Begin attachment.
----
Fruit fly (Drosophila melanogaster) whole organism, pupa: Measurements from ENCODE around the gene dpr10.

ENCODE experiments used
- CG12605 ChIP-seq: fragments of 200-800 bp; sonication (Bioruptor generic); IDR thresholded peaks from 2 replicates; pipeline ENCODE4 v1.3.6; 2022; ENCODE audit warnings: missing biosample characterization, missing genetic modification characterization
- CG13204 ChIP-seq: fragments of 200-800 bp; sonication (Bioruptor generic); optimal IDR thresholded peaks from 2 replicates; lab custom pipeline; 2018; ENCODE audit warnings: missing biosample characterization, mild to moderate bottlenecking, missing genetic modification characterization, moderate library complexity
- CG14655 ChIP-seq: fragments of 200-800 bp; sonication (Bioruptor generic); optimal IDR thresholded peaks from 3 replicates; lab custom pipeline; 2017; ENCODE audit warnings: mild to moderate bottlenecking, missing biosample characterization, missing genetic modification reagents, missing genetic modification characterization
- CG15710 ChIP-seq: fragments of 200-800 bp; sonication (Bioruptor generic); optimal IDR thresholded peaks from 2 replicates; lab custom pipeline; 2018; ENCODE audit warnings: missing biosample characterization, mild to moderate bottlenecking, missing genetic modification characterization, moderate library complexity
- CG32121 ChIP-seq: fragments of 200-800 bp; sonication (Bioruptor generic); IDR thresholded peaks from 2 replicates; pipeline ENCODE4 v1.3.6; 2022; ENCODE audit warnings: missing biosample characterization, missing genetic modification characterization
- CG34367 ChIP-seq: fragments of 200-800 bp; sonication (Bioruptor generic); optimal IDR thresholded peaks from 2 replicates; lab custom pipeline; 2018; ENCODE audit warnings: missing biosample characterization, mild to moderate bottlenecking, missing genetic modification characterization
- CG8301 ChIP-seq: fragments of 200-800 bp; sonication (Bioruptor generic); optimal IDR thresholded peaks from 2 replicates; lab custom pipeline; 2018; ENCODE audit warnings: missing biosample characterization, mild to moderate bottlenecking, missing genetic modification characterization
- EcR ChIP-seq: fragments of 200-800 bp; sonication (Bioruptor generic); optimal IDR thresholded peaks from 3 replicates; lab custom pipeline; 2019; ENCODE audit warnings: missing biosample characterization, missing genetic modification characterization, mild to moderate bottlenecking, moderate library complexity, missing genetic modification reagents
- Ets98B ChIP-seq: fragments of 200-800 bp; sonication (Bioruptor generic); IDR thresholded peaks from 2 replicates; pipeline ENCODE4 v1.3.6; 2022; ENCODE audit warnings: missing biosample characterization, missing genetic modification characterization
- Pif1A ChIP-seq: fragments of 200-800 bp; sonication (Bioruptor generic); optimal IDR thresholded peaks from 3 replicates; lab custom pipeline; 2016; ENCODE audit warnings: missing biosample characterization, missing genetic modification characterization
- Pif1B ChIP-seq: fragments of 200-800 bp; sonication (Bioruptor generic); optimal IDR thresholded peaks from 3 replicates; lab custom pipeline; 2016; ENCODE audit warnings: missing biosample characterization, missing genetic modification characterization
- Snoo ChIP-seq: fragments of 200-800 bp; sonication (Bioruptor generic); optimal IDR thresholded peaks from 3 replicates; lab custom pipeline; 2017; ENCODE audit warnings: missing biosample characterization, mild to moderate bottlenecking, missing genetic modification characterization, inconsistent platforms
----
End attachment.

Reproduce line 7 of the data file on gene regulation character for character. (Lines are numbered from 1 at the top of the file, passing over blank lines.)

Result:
- CG32121 ChIP-seq: fragments of 200-800 bp; sonication (Bioruptor generic); IDR thresholded peaks from 2 replicates; pipeline ENCODE4 v1.3.6; 2022; ENCODE audit warnings: missing biosample characterization, missing genetic modification characterization